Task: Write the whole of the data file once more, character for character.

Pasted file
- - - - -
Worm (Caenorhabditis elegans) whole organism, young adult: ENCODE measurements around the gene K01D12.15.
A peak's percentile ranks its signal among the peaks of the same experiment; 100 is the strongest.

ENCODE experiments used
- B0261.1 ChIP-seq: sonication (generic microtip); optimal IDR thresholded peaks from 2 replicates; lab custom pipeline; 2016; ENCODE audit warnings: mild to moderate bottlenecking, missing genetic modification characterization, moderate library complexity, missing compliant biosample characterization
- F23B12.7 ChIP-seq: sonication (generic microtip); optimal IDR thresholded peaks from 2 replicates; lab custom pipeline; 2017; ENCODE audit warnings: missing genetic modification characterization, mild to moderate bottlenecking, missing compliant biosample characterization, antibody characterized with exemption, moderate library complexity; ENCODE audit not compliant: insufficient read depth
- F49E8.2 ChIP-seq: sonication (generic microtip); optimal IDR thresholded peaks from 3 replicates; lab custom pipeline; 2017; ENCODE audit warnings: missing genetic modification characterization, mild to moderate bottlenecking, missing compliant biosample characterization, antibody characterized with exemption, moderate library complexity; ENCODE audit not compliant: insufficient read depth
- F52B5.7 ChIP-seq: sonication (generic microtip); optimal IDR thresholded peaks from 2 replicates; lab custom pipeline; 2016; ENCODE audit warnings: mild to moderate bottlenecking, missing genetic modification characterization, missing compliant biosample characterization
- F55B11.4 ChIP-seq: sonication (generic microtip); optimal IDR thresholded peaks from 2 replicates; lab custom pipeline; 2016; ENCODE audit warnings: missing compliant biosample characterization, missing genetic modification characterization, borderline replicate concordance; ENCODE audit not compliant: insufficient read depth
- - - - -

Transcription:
Worm (Caenorhabditis elegans) whole organism, young adult: ENCODE measurements around the gene K01D12.15.
A peak's percentile ranks its signal among the peaks of the same experiment; 100 is the strongest.

ENCODE experiments used
- B0261.1 ChIP-seq: sonication (generic microtip); optimal IDR thresholded peaks from 2 replicates; lab custom pipeline; 2016; ENCODE audit warnings: mild to moderate bottlenecking, missing genetic modification characterization, moderate library complexity, missing compliant biosample characterization
- F23B12.7 ChIP-seq: sonication (generic microtip); optimal IDR thresholded peaks from 2 replicates; lab custom pipeline; 2017; ENCODE audit warnings: missing genetic modification characterization, mild to moderate bottlenecking, missing compliant biosample characterization, antibody characterized with exemption, moderate library complexity; ENCODE audit not compliant: insufficient read depth
- F49E8.2 ChIP-seq: sonication (generic microtip); optimal IDR thresholded peaks from 3 replicates; lab custom pipeline; 2017; ENCODE audit warnings: missing genetic modification characterization, mild to moderate bottlenecking, missing compliant biosample characterization, antibody characterized with exemption, moderate library complexity; ENCODE audit not compliant: insufficient read depth
- F52B5.7 ChIP-seq: sonication (generic microtip); optimal IDR thresholded peaks from 2 replicates; lab custom pipeline; 2016; ENCODE audit warnings: mild to moderate bottlenecking, missing genetic modification characterization, missing compliant biosample characterization
- F55B11.4 ChIP-seq: sonication (generic microtip); optimal IDR thresholded peaks from 2 replicates; lab custom pipeline; 2016; ENCODE audit warnings: missing compliant biosample characterization, missing genetic modification characterization, borderline replicate concordance; ENCODE audit not compliant: insufficient read depth